The weight loss benefits of smartphone-based behavioral obesity treatment are similar to those of intensive group-based treatment for obesity, according to study results published in Obesity.
To compare the efficacy of smartphone-based behavioral obesity treatment and the gold standard group-based treatment, researchers randomly assigned 276 overweight or obese patients (average age, 55.1 ± 9 years; 83% women) to complete either 18 months of group-based treatment, smartphone-based treatment, or a control condition.
Participants in group-based treatment (n = 106; groups of 15 to 20 participants) completed 6 months of weekly meetings, 6 months of biweekly meetings, and 6 months of monthly meetings plus self-monitoring with paper diaries and written feedback. Patients in the smartphone-based treatment group (n = 114) completed online lessons and self-monitoring and received written feedback plus monthly weigh-ins. Participants in the control group (n = 56) completed self-monitoring with paper diaries and written feedback and had monthly weigh-ins.
At baseline, overall mean weight was 95.9 kg and mean body mass index was 35.2 kg/m2. Compared with group-based treatment and smartphone-based treatment, control conditions had significantly lower retention at 18 months (66.1% vs 83.0% in group treatment and 80.7% in smartphone-based treatment).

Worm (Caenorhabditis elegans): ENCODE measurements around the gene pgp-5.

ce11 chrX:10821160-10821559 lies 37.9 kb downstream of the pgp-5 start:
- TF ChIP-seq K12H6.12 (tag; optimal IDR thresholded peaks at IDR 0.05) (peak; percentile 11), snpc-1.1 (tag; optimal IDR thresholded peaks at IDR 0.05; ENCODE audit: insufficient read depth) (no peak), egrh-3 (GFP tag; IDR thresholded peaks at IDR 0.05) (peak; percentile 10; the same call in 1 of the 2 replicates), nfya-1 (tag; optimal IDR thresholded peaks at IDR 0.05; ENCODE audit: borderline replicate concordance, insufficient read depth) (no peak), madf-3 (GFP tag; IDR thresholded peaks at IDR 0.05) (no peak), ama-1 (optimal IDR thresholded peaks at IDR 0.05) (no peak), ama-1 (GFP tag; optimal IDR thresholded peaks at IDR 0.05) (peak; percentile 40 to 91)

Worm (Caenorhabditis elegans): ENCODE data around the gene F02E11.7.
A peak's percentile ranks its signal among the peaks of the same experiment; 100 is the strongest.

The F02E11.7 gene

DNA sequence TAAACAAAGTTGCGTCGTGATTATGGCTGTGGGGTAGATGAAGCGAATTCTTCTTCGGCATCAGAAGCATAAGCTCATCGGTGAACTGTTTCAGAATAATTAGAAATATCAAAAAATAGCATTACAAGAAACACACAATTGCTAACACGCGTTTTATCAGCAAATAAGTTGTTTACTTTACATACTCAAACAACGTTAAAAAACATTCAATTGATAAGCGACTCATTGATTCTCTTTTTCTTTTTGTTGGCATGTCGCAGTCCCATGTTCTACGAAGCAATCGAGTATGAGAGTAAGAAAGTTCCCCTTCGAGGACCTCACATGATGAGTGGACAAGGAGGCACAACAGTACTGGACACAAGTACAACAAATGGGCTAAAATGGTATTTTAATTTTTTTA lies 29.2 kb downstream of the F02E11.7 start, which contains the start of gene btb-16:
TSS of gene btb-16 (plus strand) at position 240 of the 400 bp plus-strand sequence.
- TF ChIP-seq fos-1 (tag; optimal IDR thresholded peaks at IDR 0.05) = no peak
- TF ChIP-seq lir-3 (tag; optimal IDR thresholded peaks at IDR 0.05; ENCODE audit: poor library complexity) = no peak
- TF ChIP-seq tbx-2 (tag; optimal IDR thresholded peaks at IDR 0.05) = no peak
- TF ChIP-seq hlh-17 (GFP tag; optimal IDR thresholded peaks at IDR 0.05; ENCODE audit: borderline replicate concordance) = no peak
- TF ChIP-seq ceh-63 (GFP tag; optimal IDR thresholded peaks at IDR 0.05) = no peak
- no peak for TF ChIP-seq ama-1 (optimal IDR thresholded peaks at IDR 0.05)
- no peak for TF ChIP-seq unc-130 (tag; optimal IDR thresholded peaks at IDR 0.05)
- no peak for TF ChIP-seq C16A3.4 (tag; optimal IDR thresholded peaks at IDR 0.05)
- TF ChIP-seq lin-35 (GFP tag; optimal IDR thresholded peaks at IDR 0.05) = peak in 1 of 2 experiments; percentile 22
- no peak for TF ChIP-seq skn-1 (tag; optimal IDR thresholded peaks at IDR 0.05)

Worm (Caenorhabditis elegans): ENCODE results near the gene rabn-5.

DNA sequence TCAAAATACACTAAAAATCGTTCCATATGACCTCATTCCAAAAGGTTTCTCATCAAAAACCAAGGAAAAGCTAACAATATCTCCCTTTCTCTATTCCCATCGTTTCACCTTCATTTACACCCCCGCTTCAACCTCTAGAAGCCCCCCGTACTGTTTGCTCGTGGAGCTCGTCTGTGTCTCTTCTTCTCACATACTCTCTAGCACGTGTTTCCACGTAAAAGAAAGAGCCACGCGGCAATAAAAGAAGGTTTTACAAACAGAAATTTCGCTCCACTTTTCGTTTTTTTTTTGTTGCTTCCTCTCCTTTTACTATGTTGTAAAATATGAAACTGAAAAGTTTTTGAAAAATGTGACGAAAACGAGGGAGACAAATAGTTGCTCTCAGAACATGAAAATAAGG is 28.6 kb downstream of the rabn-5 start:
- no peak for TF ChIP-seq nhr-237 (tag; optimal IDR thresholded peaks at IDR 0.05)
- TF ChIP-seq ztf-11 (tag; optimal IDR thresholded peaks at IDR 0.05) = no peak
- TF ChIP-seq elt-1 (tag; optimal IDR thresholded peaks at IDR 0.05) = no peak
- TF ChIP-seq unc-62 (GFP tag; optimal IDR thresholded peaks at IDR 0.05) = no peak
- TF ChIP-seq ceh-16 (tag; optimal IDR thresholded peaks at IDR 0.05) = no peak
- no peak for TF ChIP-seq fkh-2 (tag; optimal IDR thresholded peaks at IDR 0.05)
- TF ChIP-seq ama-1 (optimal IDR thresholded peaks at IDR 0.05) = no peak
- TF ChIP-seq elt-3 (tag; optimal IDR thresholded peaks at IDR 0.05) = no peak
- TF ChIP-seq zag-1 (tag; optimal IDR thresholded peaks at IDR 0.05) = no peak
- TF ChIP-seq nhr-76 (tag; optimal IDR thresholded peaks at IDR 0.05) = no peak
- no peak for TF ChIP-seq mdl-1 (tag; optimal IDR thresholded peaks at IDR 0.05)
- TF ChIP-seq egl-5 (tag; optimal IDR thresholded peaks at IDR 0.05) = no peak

All 3 groups yielded similarly significant reductions in weight at 18 months, with an average estimated weight loss of 5.5 kg in the smartphone-based treatment group, 5.9 kg in the group-based treatment group, and 6.4 kg in participants under control conditions. There were also no significant between-group differences for weight loss at 6 or 12 months.
Likewise, there were no significant differences in the percentage of clinic visits attended. Although rates of self-monitoring weight, diet, and physical activity decreased gradually in all 3 groups over 18 months, rates for body weight monitoring were significantly lower in group-based participants (21.2%) than in patients with smartphone-based treatment (30.7%) and control participants (29.7%).
Differential attrition was noted as one significant limitation to this study, with the highest dropout rate being in the control condition.
In summarizing their findings, the researchers said that the “combination of mobile technology with occasional low-intensity clinical contact could serve as one effective approach for addressing the problem of obesity in routine and representative clinical contexts.”
Thomas JG, Bond DS, Raynor HA, Papandonatos GD, Wing RR. Comparison of smartphone-based behavioral obesity treatment with gold standard group treatment and control: a randomized trial [published online February 19, 2019]. Obesity. doi:10.1002/oby.22410